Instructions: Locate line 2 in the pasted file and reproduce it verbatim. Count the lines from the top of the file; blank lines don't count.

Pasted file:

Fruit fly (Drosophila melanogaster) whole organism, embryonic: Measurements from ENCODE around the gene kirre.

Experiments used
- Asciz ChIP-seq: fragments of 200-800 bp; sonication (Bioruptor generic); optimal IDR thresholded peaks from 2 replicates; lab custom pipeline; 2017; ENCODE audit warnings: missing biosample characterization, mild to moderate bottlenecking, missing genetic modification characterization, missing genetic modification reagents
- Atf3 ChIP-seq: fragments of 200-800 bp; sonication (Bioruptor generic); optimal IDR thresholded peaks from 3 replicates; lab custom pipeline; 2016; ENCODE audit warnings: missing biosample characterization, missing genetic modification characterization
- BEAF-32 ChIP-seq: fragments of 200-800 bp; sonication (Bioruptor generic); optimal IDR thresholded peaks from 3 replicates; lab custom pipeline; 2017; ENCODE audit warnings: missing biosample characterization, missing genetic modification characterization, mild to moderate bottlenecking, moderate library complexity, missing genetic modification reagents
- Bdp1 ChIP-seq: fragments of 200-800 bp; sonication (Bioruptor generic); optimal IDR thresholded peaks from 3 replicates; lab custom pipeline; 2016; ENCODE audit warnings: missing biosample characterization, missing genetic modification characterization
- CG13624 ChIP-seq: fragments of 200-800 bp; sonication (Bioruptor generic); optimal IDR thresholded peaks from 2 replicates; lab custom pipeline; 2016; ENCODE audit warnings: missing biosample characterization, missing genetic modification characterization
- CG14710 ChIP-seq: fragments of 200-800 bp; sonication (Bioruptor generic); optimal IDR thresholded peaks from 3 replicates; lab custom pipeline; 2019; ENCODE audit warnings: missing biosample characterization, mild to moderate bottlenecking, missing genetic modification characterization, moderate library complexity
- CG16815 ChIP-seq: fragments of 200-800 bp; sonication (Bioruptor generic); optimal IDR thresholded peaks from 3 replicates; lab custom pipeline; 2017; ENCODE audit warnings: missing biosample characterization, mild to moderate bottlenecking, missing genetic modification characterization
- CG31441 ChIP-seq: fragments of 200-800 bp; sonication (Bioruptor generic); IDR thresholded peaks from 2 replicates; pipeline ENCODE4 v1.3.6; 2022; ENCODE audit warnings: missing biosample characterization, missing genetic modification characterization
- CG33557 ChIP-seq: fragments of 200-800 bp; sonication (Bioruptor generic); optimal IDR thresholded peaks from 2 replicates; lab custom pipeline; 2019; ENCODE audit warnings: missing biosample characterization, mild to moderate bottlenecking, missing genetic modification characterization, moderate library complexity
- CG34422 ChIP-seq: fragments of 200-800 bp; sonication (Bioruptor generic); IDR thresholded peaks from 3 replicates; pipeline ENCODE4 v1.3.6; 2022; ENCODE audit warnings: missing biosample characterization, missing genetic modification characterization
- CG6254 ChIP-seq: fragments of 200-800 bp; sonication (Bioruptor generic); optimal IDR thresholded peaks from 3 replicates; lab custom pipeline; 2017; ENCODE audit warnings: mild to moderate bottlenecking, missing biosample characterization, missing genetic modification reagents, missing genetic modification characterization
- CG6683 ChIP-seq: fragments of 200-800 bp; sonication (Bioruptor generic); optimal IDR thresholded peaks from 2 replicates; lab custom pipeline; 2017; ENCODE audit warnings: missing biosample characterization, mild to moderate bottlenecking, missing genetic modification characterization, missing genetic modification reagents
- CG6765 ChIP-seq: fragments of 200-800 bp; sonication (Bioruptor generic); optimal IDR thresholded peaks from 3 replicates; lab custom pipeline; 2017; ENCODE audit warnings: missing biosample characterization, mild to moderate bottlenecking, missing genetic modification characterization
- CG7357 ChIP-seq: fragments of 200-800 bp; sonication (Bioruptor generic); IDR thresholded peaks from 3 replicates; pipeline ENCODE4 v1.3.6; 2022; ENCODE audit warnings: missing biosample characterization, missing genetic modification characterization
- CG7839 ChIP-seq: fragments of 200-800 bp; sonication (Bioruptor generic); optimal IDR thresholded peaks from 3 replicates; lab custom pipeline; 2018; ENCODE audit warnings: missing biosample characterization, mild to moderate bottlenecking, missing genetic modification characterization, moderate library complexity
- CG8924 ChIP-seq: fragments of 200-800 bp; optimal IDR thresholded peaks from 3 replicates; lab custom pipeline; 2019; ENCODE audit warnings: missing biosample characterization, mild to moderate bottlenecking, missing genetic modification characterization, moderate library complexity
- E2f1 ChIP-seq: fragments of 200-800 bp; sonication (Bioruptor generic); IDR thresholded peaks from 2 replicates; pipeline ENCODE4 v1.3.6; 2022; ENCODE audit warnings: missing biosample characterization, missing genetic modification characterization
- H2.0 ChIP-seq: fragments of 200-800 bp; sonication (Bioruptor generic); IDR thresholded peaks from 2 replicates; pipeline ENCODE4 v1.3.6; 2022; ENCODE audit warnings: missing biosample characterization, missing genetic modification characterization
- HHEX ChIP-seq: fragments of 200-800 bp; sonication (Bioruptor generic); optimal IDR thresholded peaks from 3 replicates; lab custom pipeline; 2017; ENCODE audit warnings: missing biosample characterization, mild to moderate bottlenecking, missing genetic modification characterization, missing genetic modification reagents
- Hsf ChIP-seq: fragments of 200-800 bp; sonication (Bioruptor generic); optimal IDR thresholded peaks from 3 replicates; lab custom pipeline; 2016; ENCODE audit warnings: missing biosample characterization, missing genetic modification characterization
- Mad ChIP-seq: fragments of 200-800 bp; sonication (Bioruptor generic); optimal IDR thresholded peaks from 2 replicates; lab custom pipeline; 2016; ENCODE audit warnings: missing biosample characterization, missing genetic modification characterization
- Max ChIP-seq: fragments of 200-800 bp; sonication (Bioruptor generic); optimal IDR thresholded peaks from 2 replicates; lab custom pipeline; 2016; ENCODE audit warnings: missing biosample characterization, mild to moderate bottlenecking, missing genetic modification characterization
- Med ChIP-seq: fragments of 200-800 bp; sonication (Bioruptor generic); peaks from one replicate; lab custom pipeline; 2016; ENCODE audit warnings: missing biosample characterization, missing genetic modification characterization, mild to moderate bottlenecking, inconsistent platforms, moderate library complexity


Experiments used